Processes controlling the concentrations of SO=4, NO3, NH+4, H+, HCOOT and CH3COOT in precipitation on Bermuda Academic Article uri icon


  • The composition of precipitation on Bermuda can be characterized as a slightly acidic, dilute seawater solution. The acidity of the solution is controlled by H2SO4, HNO3, HCOOH and CH3COOH in a 67:20:8:3 mixture, respectively. CaCO3 and NH3 have reduced the potential acidity of the solution by 24% and 13%, respectively. The concentrations of nonseasalt (nss) SO=4 and NO3 in precipitation on Bermuda are about a factor of three greater than those in remote marine areas of the world. These differences are attributed in part to anthropogenic activities. NH+4, HCOOT and CH3COOT concentrations in Bermuda precipitation more closely resemble remote areas, although there are distinct events where transport from North America is evident. Precipitation associated with air masses from the central Atlantic Ocean is enriched relative to remote marine areas by about a factor of two in nss SO=4. This appears to be caused by anthropogenic emissions in North America, Europe and Africa. There are higher volumeweighted average concentrations of nss SO=4 and NO3 in storms on Bermuda associated with the NW airflow sector (from North America) compared to the SE airflow sector. These higher concentration are in part due to the influence of North America and in part due to lower amount of precipitation in the NW storms. An analysis of deposition differences between the two sectors confirms that there is at least a factor of two impact of North American anthropogenic activities on nss SO=4 and NO3 in precipitation on Bermuda. 1989 Blackwell Munksgaard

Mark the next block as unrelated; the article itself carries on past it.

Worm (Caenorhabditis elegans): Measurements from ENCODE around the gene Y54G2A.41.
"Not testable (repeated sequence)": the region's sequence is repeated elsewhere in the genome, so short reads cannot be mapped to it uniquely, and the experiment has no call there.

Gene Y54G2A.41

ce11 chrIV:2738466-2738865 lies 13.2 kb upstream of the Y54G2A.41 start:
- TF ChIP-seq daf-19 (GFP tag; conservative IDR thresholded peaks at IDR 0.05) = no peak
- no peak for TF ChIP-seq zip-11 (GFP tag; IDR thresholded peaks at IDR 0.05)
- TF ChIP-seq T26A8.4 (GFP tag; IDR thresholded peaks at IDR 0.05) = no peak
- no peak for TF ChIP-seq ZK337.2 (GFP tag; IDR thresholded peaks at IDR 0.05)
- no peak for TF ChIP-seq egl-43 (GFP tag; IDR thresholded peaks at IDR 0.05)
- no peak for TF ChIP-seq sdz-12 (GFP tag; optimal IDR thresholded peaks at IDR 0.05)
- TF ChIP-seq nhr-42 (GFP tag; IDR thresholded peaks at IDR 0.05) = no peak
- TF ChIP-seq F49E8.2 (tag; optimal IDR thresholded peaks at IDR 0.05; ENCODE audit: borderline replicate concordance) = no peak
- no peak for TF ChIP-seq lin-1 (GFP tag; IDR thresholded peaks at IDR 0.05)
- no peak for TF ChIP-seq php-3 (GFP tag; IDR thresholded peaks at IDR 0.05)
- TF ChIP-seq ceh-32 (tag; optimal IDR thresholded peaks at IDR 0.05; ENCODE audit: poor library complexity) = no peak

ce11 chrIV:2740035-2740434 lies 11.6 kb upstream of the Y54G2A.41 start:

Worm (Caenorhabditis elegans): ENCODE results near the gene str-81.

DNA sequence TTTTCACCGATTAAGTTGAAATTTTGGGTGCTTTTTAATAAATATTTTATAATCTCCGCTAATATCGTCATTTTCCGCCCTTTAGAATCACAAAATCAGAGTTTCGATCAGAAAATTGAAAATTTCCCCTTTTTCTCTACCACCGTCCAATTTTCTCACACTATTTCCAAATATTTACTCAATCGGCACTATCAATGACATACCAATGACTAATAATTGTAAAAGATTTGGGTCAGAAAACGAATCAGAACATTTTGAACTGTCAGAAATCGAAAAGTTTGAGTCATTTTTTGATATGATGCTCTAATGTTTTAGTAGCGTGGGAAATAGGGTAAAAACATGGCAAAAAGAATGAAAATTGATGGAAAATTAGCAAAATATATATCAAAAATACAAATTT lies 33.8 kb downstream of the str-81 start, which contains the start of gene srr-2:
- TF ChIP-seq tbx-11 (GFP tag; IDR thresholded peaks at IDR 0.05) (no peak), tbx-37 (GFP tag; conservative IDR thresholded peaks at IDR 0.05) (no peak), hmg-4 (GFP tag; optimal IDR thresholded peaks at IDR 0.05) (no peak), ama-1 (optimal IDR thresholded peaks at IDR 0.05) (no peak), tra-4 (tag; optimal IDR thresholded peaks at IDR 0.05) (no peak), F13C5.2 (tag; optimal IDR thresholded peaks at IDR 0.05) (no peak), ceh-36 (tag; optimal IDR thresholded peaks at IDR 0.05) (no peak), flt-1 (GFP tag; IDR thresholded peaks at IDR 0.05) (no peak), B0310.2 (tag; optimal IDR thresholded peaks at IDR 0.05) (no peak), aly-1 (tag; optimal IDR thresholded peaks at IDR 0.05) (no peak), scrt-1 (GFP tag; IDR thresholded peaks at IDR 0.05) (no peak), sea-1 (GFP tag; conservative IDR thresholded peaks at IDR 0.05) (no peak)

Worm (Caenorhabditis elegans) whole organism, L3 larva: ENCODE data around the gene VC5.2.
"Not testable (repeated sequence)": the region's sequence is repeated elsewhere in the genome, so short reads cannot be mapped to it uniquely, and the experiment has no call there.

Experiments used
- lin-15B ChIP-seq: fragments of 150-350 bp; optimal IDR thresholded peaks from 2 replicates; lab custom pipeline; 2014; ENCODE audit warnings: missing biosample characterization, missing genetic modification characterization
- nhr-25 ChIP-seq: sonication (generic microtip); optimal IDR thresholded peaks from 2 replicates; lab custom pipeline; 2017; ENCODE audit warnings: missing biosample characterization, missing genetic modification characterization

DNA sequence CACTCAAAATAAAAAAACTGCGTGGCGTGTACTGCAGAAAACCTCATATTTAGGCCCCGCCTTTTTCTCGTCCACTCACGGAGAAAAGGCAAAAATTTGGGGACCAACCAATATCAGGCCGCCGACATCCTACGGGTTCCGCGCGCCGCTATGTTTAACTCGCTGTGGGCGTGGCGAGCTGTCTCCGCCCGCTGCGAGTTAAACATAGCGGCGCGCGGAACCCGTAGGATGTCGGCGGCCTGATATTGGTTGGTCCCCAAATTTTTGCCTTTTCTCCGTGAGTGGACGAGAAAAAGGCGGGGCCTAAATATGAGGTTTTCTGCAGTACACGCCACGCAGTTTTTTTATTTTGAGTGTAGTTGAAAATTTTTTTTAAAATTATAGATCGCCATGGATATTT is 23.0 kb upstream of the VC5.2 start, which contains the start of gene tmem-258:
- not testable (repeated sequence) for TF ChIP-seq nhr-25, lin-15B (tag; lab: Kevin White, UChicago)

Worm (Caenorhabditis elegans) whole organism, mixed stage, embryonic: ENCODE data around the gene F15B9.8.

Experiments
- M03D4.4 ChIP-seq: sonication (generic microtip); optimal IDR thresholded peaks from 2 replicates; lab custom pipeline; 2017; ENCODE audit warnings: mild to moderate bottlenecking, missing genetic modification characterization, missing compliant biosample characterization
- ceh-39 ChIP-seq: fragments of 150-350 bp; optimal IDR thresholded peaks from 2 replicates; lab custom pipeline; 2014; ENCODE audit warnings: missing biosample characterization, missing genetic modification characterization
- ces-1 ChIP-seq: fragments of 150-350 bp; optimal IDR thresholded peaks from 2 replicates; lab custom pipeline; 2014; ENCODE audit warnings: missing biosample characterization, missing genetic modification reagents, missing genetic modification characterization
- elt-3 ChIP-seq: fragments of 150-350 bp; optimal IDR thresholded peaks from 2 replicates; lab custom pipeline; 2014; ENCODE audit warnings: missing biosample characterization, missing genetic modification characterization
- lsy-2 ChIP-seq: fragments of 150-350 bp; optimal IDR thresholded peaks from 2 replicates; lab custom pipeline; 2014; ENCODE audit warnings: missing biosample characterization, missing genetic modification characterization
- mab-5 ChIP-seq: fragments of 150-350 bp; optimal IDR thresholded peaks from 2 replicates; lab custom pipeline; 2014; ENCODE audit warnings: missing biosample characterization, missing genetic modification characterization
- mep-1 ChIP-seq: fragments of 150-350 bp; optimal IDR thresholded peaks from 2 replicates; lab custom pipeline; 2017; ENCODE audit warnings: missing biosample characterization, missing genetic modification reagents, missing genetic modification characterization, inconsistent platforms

published proceedings

  • Tellus B

altmetric score

  • 3

author list (cited authors)

  • GALLOWAY, J. N., KEENE, W. C., ARTZ, R. S., MILLER, J. M., CHURCH, T. M., & KNAP, A. H.

citation count

  • 63

complete list of authors


publication date

  • January 1989